Kenyans react after Arimis ‘new design’ goes viral

A side-by-side image showing the existing Arimis package (L) and the suggested re-branding package (R). [Courtesy]

An artist’s impression of Arimis milking jelly’s “new” package was on Wednesday met with opposition online.

A Twitter user, Suspect Ratio (@thetriggahappy1), took to the micro-blogging site to post images of the proposed new design, which deviated from Aramis's white and green livery.

In his design, Ratio gave Arimis a navy blue and yellow colour scheme, much to the chagrin of some customers.

“I did the unthinkable. I decided to rebrand your favourite brand (Arimis) as a slightly premium product. This is a passion project; I hope you like it,” he tweeted.

The pictures went viral, triggering a barrage of comments from customers, who were disappointed by the new Arimis theme.

Uncertainty on whether the petroleum jelly had actually rebranded lingered on, prompting Arimis Kenya to clarify on social media that the product’s packaging hadn’t undergone any reinvention, whatsoever.

“To all our esteemed customers and users of our products, we're not rebranding, the circulating brand is just someone's suggestion. We stick to our initial brands. Otherwise, enjoy the greatness of your skincare,” Arimis said on Facebook.

Prior to the clarification, hundreds of comments were posted on Twitter and Facebook, opposed to the rebranding.

Journalist Wayua Muli was among those disappointed by the “new design”.

“Dear Arimis Kenya, if this is really the plan and not just a social media rumour, please know it is a big mistake. Your true customers will not be pleased with this upgrade,” she said on Facebook.

Miss President competition finalist Waruguru Kiai said: “Ah! Ah! Those suggesting [the new Arimis design], can they stop suggesting. I nearly collapsed yesterday.”

Facebook user Charles Wainaina said: “Thanks Arimis Kenya for the clarification. We do not want any rebranding on this wonderful product. Hata hiyo ng’ombe msijaribu kutoa (Don’t even adjust the cow theme on the packaging).”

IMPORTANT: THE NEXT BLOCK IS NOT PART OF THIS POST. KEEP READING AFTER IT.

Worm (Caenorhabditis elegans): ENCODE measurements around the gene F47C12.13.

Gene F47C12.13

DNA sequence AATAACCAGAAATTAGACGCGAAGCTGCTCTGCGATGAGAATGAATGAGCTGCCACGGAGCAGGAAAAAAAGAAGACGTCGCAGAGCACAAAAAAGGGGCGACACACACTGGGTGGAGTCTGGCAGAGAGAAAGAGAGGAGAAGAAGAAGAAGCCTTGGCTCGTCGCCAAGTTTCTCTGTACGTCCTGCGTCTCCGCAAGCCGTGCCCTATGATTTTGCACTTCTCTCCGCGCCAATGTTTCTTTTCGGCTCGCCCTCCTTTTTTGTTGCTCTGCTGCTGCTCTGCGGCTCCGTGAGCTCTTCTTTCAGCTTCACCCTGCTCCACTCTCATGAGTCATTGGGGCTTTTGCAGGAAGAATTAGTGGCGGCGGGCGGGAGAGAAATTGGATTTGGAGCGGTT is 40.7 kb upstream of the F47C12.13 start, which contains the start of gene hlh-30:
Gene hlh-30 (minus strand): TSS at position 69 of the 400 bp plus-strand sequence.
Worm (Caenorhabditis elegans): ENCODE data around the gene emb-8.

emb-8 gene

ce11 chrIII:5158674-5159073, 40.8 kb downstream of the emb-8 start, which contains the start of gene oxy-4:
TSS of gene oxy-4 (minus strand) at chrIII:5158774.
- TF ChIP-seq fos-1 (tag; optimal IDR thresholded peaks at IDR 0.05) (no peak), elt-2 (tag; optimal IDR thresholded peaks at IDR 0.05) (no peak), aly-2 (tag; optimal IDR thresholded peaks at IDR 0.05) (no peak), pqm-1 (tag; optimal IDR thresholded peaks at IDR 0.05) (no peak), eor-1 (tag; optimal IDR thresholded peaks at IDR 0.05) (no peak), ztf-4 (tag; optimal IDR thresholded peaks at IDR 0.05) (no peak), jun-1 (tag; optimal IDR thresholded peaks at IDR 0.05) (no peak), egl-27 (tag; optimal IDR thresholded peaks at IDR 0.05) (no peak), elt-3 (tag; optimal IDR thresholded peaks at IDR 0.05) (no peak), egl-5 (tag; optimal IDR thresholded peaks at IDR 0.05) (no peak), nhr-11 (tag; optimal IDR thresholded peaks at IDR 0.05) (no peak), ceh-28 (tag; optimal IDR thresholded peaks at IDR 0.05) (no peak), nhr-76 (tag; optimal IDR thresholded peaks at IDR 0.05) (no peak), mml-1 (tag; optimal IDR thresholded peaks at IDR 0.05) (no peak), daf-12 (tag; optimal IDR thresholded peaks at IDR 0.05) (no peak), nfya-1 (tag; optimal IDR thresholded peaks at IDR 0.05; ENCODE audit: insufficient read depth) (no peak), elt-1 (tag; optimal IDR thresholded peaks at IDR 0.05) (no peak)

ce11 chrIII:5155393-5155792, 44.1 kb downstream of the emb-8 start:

Myles Cicero joked: “Thank you Arimis [for maintaining the brand]. Most men are married to Arimis, especially the youth. Please. increase the quantity; we [now] need a 2kg-container.”

Another user, Fransiscah Simiyu, advised the jelly manufacturer to embrace “old is gold” adage, saying: “Let it remain the way it has always been.”

Chebo Nandi said: Hata mkiweka kwa gunia, we shall buy (Even if you package it in a sack, we shall buy.”

On Twitter, the reservations were similar to those on Facebook.

User Turbo Diesel, (@alexmwanzo), posed: “Why would Arimis ruin a good thing?”

Missy NC (@nc_missy) said: “The product was working. People were buying, [no need to rebrand].”

Arimis, a petroleum jelly originally meant for milking, has, over the years, grown into a household skincare product, stocked heavily in supermarkets, both in rural and urban centres.

The product, whose popularity has been organic, with minimal or no advertising, has been embraced by both men and women.

In July 2019, communications expert Mariga Thoithi commended Arimi’s for effortless brand acceptance.

“Arimis is an interesting example of the evolution of products. How milking jelly turned into people's choice petroleum jelly without advertising or intention. It's now stocked by all major supermarkets with the same milking jelly branding,” he said.